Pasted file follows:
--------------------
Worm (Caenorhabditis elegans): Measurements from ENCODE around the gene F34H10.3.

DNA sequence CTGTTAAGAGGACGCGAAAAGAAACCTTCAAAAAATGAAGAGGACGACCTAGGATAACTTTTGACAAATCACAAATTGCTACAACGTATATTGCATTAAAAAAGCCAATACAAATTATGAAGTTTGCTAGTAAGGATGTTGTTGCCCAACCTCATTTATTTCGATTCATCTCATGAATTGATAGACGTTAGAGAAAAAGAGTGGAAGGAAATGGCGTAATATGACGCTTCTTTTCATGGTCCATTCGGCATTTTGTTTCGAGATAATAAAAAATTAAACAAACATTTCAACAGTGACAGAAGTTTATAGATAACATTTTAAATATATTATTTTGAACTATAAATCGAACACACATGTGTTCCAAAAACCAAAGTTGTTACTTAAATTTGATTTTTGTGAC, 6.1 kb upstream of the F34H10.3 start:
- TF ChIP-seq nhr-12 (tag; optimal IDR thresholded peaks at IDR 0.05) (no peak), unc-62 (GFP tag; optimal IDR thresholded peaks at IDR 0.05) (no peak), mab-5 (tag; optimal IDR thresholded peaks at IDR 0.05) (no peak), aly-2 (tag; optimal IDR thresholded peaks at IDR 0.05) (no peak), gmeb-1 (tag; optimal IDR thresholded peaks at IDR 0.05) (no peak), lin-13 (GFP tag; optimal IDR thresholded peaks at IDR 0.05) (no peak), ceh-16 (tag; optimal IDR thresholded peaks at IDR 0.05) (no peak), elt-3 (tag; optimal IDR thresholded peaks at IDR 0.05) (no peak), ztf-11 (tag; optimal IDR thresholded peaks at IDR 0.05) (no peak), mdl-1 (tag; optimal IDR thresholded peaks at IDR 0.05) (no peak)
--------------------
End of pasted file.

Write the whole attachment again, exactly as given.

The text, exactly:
Worm (Caenorhabditis elegans): Measurements from ENCODE around the gene F34H10.3.

DNA sequence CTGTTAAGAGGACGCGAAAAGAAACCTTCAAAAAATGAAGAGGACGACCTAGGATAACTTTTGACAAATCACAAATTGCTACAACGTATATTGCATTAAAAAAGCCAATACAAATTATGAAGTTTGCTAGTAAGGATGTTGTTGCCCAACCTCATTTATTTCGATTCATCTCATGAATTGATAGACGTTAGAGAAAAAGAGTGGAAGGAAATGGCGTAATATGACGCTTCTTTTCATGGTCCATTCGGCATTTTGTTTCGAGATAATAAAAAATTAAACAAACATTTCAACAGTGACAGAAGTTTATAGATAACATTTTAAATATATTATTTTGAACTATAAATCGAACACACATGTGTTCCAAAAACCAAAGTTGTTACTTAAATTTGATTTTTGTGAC, 6.1 kb upstream of the F34H10.3 start:
- TF ChIP-seq nhr-12 (tag; optimal IDR thresholded peaks at IDR 0.05) (no peak), unc-62 (GFP tag; optimal IDR thresholded peaks at IDR 0.05) (no peak), mab-5 (tag; optimal IDR thresholded peaks at IDR 0.05) (no peak), aly-2 (tag; optimal IDR thresholded peaks at IDR 0.05) (no peak), gmeb-1 (tag; optimal IDR thresholded peaks at IDR 0.05) (no peak), lin-13 (GFP tag; optimal IDR thresholded peaks at IDR 0.05) (no peak), ceh-16 (tag; optimal IDR thresholded peaks at IDR 0.05) (no peak), elt-3 (tag; optimal IDR thresholded peaks at IDR 0.05) (no peak), ztf-11 (tag; optimal IDR thresholded peaks at IDR 0.05) (no peak), mdl-1 (tag; optimal IDR thresholded peaks at IDR 0.05) (no peak)